I keep hearing of the principle of ‘unity in diversity’ which sounds all very well until you have to serve a global community like EBBF which could not be more diverse. On the governing board, in the operational teams of EBBF and amongst the global community you have such a variety of age groups, from the 18 year old university student to the 80 year old retired McKinsey senior partner. There’s entrepreneurs of start-ups, World Bank directors, big corporate CFO’s and CEO’s alongside young professionals starting in their small enterprise.
So the big challenge is how to harness this ‘unity in diversity’, and time and time again I have both struggled to manage teams with such hugely diverse backgrounds and experiences, but also saw how, by investing time (which I often lacked) and effort in true consultation, unifying around a higher purpose and making sure actions were the final objective of each meeting the incredible power that unity brings about was quite striking.
Baha’i Blog: What do you hope those involved with EBBF take away from the conference and/or programs?
You can read some of the testimonials that people attending EBBF events leave here: http://ebbf.org/event/how-to-create-a-just-workplace/#testimonials
But if I had to pick three things, three highlights that we have so far achieved – and that is not an achievement of EBBF but of the people attracted to and taking part in EBBF events and activities – I’d say:
Seeing people leaving with a new courage, a new sense of “I’m not the only one, there’s many others who also share my values and a drive to apply them in their workplaces” and most importantly “there’s many other people here who are striving to work by their values and actually creating very successful enterprises and organizations through that”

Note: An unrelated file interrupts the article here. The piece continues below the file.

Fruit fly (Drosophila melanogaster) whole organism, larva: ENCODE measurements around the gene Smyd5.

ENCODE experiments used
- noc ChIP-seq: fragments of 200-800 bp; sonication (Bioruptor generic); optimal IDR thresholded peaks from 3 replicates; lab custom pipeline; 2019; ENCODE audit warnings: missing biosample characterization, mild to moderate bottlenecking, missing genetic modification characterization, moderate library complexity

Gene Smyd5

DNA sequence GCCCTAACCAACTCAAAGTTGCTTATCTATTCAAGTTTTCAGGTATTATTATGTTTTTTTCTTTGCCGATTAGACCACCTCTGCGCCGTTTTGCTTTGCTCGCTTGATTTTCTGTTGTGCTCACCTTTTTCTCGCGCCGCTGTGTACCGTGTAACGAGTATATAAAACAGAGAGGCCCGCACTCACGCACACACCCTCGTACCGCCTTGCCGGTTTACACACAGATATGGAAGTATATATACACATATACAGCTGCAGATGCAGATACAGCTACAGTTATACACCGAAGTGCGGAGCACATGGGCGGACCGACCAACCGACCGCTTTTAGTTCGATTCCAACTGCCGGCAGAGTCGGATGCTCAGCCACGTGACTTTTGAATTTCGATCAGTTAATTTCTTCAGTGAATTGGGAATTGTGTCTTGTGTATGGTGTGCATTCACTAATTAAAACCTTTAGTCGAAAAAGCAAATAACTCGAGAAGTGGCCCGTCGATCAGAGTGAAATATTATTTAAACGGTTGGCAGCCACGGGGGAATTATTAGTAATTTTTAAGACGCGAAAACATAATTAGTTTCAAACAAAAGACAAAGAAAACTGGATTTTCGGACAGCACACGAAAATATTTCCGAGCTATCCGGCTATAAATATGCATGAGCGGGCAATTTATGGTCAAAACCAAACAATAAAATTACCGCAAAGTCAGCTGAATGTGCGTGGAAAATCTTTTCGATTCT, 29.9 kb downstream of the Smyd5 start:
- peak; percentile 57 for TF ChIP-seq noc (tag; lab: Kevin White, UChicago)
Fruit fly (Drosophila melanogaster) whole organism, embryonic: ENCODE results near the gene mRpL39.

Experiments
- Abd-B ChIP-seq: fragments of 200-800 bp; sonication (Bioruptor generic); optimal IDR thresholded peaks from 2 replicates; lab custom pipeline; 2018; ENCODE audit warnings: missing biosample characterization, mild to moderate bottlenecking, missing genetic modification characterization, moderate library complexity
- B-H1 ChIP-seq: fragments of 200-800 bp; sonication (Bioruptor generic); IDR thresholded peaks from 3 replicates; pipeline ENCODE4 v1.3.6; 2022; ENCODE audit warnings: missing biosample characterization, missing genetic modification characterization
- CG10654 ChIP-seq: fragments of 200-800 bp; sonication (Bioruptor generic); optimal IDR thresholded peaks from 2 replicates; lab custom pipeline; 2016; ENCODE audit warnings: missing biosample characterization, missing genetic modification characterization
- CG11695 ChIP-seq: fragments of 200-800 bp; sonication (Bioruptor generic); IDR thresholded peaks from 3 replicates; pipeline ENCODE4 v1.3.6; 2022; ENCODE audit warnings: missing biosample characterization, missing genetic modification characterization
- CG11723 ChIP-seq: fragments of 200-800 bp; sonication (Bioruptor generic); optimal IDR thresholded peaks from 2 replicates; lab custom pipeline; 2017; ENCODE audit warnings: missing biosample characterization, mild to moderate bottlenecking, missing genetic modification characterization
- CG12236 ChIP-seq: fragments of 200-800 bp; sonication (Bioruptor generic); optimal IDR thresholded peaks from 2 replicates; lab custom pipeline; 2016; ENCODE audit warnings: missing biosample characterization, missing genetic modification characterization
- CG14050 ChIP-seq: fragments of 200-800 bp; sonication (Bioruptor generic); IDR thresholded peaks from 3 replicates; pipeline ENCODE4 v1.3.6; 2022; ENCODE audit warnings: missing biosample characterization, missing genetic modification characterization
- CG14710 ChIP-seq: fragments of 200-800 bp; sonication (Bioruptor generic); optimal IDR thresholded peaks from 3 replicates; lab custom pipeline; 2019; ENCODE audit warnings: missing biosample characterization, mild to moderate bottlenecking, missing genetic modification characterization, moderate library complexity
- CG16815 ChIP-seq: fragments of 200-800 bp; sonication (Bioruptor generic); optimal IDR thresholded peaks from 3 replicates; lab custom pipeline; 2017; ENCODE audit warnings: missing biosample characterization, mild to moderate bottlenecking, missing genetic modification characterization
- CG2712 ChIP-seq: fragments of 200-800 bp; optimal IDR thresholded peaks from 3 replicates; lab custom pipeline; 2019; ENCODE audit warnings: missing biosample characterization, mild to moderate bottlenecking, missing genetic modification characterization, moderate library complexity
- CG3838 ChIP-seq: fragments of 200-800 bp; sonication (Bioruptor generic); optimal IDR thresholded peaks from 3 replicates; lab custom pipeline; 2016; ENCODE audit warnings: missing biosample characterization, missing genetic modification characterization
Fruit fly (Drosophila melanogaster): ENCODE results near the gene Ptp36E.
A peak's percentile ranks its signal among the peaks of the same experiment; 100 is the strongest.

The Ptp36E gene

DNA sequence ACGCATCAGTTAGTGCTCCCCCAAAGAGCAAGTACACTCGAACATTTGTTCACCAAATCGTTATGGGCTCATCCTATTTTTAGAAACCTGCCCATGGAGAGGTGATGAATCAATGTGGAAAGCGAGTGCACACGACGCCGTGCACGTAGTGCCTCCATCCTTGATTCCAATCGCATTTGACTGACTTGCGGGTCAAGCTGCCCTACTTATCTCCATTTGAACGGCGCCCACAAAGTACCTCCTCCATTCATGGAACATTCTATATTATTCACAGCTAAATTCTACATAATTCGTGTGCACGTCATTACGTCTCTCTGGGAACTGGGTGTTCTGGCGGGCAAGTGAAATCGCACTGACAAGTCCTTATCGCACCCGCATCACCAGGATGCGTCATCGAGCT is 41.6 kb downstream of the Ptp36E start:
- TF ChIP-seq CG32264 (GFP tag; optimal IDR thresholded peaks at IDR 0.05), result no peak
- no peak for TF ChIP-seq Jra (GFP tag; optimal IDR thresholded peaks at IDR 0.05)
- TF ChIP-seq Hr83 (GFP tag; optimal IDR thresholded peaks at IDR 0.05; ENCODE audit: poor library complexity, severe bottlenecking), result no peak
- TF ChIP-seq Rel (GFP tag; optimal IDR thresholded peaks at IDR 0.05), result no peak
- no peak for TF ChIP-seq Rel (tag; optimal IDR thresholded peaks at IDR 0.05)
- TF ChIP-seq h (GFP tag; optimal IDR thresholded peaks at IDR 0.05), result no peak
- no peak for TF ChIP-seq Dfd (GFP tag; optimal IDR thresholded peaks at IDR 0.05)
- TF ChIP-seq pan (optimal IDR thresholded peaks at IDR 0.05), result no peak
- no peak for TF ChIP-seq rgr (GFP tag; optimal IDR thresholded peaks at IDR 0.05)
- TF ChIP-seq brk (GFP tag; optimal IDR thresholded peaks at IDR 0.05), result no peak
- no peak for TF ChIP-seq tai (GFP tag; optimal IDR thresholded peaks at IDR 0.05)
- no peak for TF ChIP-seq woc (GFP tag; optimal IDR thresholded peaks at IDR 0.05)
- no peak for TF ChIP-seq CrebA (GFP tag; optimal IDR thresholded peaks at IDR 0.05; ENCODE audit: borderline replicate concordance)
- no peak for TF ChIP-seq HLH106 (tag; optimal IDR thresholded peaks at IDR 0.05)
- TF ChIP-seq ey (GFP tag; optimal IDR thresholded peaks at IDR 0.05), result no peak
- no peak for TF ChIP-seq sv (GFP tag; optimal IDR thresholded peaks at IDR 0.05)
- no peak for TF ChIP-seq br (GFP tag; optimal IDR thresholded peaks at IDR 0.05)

2. Rethinking the concept of work
In a very safe yet innovative atmosphere people are able to break the mould, to rethink preconceived ideas that they are constantly surrounded by in their daily workplace of why one works and what companies and workplaces should achieve. Individuals achieve a new level of awareness. New concepts, new ideas, new sparks of inspiration.
All of the above happens in a very informal and relaxed way with “meaningful conversations” that – fundamentally – lead to action. There is a level of visionary thinking and talking but every interaction is meant to allow us to go back to our workplaces on Monday on actually start to apply one or more of the insights we learnt and probably created at an EBBF event.
Baha’i Blog: Where do you hope to see EBBF in the future?
The EBBF governing board, which in typically Baha’i style is elected every year without any campaign and allowing each and every member to be both eligible to vote and to be voted (natural for us Baha’is but quite shocking and refreshing for the many non-Baha’is who attend EBBF events), has this year set a very ambitious goal that I now share with you as an “exclusive” before it is made officially public: “EBBF aims to impact 100,000 people by 2019 and 1 million by 2024”
What encouraged me greatly was the initial reaction by the 30 people who work as volunteers in the various operational teams of EBBF after hearing this internal announcement “a very ambitious yet very achievable goal” “it is the right time for EBBF to make this kind of impact”.
I have this strong feeling that everyone working at EBBF – whether Baha’i or not – really feel that allowing Baha’i values to positively impact the workplace, and as a consequence society, is a very worthwhile and timely goal.
Baha’i Blog: Thanks so much Daniel for taking the time to do this interview. I’m looking forward to being at the upcoming conference!
This years annual EBBF event will be in Barcelona from the 2nd to the 5th of October and the theme is: “How to Create a Just Workplace”. You can find out more about the event and register here.
I hope to see many of you there, but if you can’t make it, you can also take part in the online pre-conference Google Hangout “EBBF meaningful hangouts”, where presenters from the event will be available to explore the themes of their keynote presentations every Wednesday at 20:00 (CET). See: http://ebbf.org/event/